But it's fascinating that the counts of the Reiss motivations for each goal -- whether multi-goal motivations are counted or not -- are a remarkably close match for the numbers of each personality style as revealed by Myers-Briggs research.

MB studies of Western populations, grouped into temperaments, show almost the exact breakdown as these clusters of Reiss motivations: in the general public there are a high percentage of externally-motivated sensation- and security-seekers (with slightly more security-seekers), and a relatively low number of knowledge- and identity-seekers. To the extent that computer games have gone mass-market, we're now seeing similar proportions in the gameplay preferences of gamers in large groups.

If anything, that suggests to me that both Reiss and MB models are seeing the same real patterns of basic motivations in the general population. 2500 people is not a huge sample, so I'd want to see Reiss's research tested on a larger scale. But it's intriguing just the same.

Incidentally, I ran across an interesting paper on using Reiss's model to design NPC behavior systems:
-short_03.pdf .

Gabriel Recchia
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That's a nice insight, particularly given that Reiss puts a lot of emphasis on the fact that there are striking individual differences in how much people are driven by each motive--he theorizes that we have innate set points for how much we desire each, and that too much/too little puts us into disequilibrium. An introvert, for example, might have a low set point for "social contact". So it is a little bit like a trait theory.

Although some circles pan the Myers-Briggs as unscientific, four of the "Big 5" traits in Five Factor Model (which has been validated about as rigorously as one can validate a trait theory) actually correlate fairly closely with the MB dimensions. I hadn't thought about a connection to Bartle's gameplay preferences until you mentioned it, but I'm sure there is. Always neat to see people from different disciplines converging on the same basic ideas.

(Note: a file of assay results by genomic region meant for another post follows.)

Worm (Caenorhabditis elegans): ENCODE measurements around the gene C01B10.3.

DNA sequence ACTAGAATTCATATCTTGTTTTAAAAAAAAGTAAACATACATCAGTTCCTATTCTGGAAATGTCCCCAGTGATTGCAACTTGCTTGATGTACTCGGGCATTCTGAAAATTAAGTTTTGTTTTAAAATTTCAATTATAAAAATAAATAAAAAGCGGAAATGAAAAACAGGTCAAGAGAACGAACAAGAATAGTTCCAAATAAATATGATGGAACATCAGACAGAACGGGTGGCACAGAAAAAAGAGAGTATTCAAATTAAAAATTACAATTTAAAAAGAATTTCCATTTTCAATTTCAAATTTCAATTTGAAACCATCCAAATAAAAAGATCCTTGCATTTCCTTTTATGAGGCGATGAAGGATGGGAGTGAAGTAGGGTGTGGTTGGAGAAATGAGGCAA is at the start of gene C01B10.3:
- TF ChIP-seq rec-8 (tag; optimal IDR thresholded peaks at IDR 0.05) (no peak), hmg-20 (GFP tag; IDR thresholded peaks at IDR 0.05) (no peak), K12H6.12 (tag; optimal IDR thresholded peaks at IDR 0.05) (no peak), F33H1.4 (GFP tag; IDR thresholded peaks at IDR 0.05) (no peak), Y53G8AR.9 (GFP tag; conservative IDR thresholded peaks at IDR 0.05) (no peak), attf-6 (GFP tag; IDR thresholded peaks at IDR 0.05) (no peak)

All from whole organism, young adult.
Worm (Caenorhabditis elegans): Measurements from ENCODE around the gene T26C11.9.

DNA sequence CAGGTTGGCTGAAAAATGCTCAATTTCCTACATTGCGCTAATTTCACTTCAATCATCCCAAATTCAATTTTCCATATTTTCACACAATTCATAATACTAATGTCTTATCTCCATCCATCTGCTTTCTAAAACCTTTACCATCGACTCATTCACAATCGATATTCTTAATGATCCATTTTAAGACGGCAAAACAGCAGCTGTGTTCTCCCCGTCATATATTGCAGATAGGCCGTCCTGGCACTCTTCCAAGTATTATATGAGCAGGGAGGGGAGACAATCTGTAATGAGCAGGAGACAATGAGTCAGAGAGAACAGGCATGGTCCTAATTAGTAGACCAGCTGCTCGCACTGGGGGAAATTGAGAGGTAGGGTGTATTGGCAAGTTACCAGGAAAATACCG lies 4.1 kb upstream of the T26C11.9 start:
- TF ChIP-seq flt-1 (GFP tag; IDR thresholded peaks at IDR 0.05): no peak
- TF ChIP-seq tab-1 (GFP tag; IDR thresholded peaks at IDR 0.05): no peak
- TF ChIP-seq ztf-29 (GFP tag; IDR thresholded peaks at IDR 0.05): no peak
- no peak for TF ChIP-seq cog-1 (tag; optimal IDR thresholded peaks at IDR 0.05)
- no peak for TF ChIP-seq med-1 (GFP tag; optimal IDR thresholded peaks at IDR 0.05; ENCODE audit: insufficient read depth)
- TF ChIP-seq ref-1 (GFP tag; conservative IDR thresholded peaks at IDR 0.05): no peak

Heng Yoeung
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It seems some of these motivations can be grouped under a broader umbrella. For example, power, vengeance and order can be placed under "subjagtion of nature". Western culture is very rational, scientific, which is opposed to the (perceived?) mystical of Eastern culture (ying vs. yang). The underlying basis of modern science is echoed by the words of Francis Bacon, whose view was that nature should be subjugated to the rigors of empiricism (I think the precise word was rape, instead of subjugation). The reason I would place these motivations under an umbrella is because, if it is true, "Ontogeny recapitulates phylogeny". In other words, that man wants to subjugate nature harks back to a time when nature was perceived to be danger: lions, tigers and bears, oh my.

Another umbrella would be consumerisim for the trio of eating, saving, and cursiosity. Again, it certainly jibes with the Western way of life, a disposable society as someone said. For example, an iphone is bought in one year and in the next iteration, it is garbage. There is a hunger in Western society that things like electronics and food temporarily provide. Meanwhile, some are realizing that meditation might be the way to curb this desire. Thus, the infusion of meditation in the West.

Anyway, just some thoughts. Feel free to shoot it down.